The effects of microbial degradation on ignitable liquids

Turner, Dee A.; Goodpaster, John V.
May 2009
Analytical & Bioanalytical Chemistry;May2009, Vol. 394 Issue 1, p363
Academic Journal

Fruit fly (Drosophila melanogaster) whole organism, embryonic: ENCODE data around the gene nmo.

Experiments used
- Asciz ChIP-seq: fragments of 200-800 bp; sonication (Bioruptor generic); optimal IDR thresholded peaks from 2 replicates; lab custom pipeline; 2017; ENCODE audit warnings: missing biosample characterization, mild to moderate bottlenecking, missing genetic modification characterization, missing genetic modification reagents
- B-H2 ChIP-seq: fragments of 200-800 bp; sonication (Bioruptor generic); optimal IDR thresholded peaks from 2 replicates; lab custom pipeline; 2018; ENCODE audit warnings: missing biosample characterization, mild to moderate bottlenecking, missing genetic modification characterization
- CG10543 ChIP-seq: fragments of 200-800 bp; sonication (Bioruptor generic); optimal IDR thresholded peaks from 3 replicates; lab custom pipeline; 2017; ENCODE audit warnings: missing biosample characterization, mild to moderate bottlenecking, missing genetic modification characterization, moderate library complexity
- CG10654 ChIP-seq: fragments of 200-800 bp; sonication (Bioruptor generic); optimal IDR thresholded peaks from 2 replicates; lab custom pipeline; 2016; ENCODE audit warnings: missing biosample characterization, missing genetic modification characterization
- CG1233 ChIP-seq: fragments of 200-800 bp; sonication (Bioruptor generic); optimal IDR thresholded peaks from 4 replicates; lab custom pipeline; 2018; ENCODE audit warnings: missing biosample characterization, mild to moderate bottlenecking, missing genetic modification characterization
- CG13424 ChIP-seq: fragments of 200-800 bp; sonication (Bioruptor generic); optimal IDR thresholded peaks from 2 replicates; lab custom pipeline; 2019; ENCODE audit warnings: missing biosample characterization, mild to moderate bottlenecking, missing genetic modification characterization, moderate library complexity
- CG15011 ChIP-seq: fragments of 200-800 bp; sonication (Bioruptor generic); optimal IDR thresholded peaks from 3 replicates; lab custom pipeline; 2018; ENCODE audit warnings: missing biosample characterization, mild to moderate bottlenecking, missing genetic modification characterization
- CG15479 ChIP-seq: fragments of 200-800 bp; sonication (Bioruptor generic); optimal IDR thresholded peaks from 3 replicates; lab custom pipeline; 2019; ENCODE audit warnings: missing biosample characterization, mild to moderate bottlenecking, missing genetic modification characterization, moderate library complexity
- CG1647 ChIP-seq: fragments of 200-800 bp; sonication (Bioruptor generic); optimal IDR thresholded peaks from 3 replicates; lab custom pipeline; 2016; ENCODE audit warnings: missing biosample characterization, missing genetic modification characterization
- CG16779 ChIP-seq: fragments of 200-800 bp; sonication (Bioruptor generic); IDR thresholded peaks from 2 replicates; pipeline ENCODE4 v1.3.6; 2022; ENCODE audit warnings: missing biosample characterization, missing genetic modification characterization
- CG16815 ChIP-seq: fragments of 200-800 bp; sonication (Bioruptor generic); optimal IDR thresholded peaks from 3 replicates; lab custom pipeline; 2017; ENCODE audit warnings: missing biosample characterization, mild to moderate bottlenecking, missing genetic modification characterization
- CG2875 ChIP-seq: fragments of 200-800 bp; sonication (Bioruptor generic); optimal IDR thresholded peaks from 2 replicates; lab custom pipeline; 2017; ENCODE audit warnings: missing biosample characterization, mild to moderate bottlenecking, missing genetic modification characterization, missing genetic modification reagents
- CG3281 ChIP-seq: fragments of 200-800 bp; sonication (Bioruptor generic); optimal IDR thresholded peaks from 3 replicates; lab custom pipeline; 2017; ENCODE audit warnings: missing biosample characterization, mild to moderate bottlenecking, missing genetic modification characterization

The identification of ignitable liquid residues in fire debris is a key finding for determining the cause and origin of a suspicious fire. However, the complex mixtures of organic compounds that comprise ignitable liquids are susceptible to microbiological attack following collection of the sample. Biodegradation can result in selective removal of many of the compounds required for identification of an ignitable liquid. Such degradation has been found to occur rapidly in substrates such as soil, rotting wood, or other organic matter. Furthermore, fire debris evidence must often be stored for extended periods at room temperature prior to analysis due to case backlogs and available evidence storage. Hence, extensive damage to ignitable liquid residues by microbes poses a significant threat to subsequent laboratory work. In this work, the effects of microbial degradation of ignitable liquids in soil have been evaluated as a function of time. Key findings include the loss of n-alkanes, particularly C9–C16, which showed the most dramatic decrease in gasoline as well as the petroleum distillates, while branched alkanes remained unchanged. Monosubstituted benzenes also showed the most dramatic loss in gasoline. In the heavy petroleum distillates, n-alkanes with even carbon numbers were degraded more than n-alkanes with odd carbon numbers. [Figure not available: see fulltext.]


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